The Oklahoma Pardon and Parole Board is getting to work on rules for how it will handle commutation applications from inmates sentenced to die.
An attorney general opinion last month confirmed the interpretation of the board’s general counsel that it may consider their requests. Parole board member Kelly Doyle said Monday she’d like to hear from the inmates themselves in the first step of the process, in which the board generally gets a packet on their case.
"I could not see a chance for somebody to get to stage two., and that’s when people would have the opportunity to speak for themselves. I’ve never felt that the two-stage process, one where you just review and then you vote, is appropriate for some of these more serious crimes," Doyle said.
Parole board member and retired judge Allen McCall said he would like to see more time for hearing from those involved in a case than the current 10 minutes to be split among an inmate, lawyer and delegate.
"I think we need to move forward and set up a procedure that’s a little more fair. I mean, doing a death penalty case as a commutation is kind of like having open-heart surgery in an eye doctor’s office," McCall said.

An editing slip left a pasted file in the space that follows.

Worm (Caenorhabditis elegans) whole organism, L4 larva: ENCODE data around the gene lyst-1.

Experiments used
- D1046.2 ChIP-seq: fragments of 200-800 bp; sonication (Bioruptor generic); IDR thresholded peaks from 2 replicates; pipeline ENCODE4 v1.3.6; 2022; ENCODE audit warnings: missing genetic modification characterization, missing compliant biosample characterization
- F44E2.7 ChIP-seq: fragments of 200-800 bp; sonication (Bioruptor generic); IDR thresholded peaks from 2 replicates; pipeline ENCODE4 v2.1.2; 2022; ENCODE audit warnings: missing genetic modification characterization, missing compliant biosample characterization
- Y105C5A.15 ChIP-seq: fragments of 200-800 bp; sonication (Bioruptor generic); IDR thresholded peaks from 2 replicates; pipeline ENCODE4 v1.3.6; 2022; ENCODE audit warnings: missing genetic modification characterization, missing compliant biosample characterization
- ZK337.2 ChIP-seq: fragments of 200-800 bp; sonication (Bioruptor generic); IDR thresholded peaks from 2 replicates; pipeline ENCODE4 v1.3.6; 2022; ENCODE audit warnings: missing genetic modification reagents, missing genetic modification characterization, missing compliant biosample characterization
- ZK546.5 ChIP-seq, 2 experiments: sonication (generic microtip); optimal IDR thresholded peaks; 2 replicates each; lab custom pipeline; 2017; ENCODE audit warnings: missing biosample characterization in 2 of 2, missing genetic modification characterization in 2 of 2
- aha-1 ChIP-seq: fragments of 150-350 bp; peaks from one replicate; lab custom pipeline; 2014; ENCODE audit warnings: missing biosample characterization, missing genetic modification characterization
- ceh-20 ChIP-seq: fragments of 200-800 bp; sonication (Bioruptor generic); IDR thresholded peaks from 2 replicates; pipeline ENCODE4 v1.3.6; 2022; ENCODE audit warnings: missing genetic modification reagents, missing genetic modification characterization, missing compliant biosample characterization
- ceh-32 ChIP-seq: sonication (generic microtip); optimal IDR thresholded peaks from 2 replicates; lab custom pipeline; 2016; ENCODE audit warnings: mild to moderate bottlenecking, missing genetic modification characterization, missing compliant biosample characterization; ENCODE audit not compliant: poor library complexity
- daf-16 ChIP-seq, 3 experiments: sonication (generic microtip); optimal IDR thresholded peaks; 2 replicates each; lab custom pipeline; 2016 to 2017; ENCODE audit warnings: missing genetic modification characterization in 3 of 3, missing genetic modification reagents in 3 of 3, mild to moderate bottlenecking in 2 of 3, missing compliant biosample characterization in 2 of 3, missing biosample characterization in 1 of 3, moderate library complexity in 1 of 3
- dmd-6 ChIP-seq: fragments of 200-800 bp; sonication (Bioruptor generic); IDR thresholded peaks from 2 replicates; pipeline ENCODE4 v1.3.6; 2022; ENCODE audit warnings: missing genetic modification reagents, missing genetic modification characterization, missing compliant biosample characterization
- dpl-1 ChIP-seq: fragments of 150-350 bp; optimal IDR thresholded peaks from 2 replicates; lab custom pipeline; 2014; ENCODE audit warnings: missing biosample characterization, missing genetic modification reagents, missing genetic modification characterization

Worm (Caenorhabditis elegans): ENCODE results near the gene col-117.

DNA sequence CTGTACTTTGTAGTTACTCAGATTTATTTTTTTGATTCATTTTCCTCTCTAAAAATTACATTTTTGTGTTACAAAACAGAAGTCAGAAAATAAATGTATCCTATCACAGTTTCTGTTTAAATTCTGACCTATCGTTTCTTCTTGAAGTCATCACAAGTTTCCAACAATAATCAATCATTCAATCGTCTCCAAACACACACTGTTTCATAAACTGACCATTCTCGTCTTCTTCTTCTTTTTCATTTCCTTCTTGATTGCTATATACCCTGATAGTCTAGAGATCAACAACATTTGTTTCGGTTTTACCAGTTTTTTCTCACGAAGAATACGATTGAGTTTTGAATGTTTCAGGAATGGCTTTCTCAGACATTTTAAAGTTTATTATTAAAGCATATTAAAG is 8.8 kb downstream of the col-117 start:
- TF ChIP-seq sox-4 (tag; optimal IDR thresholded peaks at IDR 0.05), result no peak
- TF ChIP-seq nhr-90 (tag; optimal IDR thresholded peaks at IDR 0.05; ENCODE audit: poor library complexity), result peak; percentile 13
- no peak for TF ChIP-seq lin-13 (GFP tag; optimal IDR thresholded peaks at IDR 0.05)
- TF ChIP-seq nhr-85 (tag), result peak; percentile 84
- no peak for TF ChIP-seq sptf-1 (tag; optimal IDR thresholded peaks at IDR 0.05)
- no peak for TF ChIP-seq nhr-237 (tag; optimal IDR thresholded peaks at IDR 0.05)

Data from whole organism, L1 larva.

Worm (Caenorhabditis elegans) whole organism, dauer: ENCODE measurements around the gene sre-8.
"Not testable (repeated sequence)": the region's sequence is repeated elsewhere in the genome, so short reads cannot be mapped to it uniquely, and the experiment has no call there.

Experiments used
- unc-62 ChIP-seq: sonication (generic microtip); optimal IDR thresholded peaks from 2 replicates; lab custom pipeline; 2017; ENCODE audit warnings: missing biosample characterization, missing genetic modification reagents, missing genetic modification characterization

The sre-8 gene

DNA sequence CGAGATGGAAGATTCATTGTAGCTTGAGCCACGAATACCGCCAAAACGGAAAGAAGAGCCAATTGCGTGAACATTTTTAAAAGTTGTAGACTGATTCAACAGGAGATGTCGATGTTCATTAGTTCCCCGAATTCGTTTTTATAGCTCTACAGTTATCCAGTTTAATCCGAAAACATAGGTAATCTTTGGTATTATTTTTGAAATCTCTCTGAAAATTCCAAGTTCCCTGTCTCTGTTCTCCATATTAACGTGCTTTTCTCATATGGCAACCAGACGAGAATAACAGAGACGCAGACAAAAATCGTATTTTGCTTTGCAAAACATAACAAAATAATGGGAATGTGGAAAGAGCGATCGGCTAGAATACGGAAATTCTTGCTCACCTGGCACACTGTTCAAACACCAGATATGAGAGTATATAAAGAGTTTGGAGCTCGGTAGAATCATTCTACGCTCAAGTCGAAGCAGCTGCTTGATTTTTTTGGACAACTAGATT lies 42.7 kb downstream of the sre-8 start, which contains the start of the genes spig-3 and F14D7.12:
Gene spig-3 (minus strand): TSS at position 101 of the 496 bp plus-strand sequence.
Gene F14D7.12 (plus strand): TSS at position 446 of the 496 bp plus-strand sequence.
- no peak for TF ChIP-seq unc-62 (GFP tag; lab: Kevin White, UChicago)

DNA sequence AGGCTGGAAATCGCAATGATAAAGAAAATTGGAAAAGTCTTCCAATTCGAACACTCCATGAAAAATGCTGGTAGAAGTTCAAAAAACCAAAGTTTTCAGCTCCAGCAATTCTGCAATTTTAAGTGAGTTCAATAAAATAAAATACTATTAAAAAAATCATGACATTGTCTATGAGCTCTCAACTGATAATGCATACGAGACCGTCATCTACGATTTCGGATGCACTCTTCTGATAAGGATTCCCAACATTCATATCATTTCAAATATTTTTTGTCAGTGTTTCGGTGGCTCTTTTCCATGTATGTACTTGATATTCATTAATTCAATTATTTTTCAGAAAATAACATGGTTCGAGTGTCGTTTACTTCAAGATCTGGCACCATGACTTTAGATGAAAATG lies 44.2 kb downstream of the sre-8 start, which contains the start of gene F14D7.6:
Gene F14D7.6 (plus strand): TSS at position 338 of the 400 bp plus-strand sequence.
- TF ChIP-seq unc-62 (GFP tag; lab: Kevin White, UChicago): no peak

McCall has been resistant to have the pardon and parole board take up commutation applications from death-row inmates. Last month, he threatened Executive Director Steven Bickley with a grand jury investigation if he did not seek an attorney general's opinion to confirm the board could take up such requests.
Bickley did, and the attorney general issued an opinion confirming a position given by Gov. Kevin Stitt's general counsel and echoed by the agency's general counsel and board chair.
McCall also believes commutation hearings for capital cases must be done in-person. There are also consideration of at what point if any during their appeals process death-row inmates may apply.
The parole board’s attorney expects to have rules finalized by November or December.